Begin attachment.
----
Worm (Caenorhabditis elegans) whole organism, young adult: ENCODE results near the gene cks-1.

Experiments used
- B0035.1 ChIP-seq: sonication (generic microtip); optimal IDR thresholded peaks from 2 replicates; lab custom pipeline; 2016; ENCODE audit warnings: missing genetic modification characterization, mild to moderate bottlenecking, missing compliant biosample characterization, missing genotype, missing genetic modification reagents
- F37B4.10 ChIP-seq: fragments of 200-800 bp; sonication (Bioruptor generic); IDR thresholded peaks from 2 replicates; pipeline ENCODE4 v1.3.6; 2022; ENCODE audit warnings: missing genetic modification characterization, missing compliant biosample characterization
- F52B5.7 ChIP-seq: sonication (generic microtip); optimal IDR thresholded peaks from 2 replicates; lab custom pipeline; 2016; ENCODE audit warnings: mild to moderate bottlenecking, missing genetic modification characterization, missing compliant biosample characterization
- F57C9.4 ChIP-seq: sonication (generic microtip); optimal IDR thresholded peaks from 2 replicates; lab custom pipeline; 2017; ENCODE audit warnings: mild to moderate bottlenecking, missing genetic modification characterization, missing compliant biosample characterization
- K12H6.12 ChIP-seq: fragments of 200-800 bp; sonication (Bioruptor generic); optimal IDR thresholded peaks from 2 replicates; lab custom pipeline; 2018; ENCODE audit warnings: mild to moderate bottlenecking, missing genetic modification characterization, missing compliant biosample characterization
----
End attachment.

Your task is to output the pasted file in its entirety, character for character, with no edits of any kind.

Worm (Caenorhabditis elegans) whole organism, young adult: ENCODE results near the gene cks-1.

Experiments used
- B0035.1 ChIP-seq: sonication (generic microtip); optimal IDR thresholded peaks from 2 replicates; lab custom pipeline; 2016; ENCODE audit warnings: missing genetic modification characterization, mild to moderate bottlenecking, missing compliant biosample characterization, missing genotype, missing genetic modification reagents
- F37B4.10 ChIP-seq: fragments of 200-800 bp; sonication (Bioruptor generic); IDR thresholded peaks from 2 replicates; pipeline ENCODE4 v1.3.6; 2022; ENCODE audit warnings: missing genetic modification characterization, missing compliant biosample characterization
- F52B5.7 ChIP-seq: sonication (generic microtip); optimal IDR thresholded peaks from 2 replicates; lab custom pipeline; 2016; ENCODE audit warnings: mild to moderate bottlenecking, missing genetic modification characterization, missing compliant biosample characterization
- F57C9.4 ChIP-seq: sonication (generic microtip); optimal IDR thresholded peaks from 2 replicates; lab custom pipeline; 2017; ENCODE audit warnings: mild to moderate bottlenecking, missing genetic modification characterization, missing compliant biosample characterization
- K12H6.12 ChIP-seq: fragments of 200-800 bp; sonication (Bioruptor generic); optimal IDR thresholded peaks from 2 replicates; lab custom pipeline; 2018; ENCODE audit warnings: mild to moderate bottlenecking, missing genetic modification characterization, missing compliant biosample characterization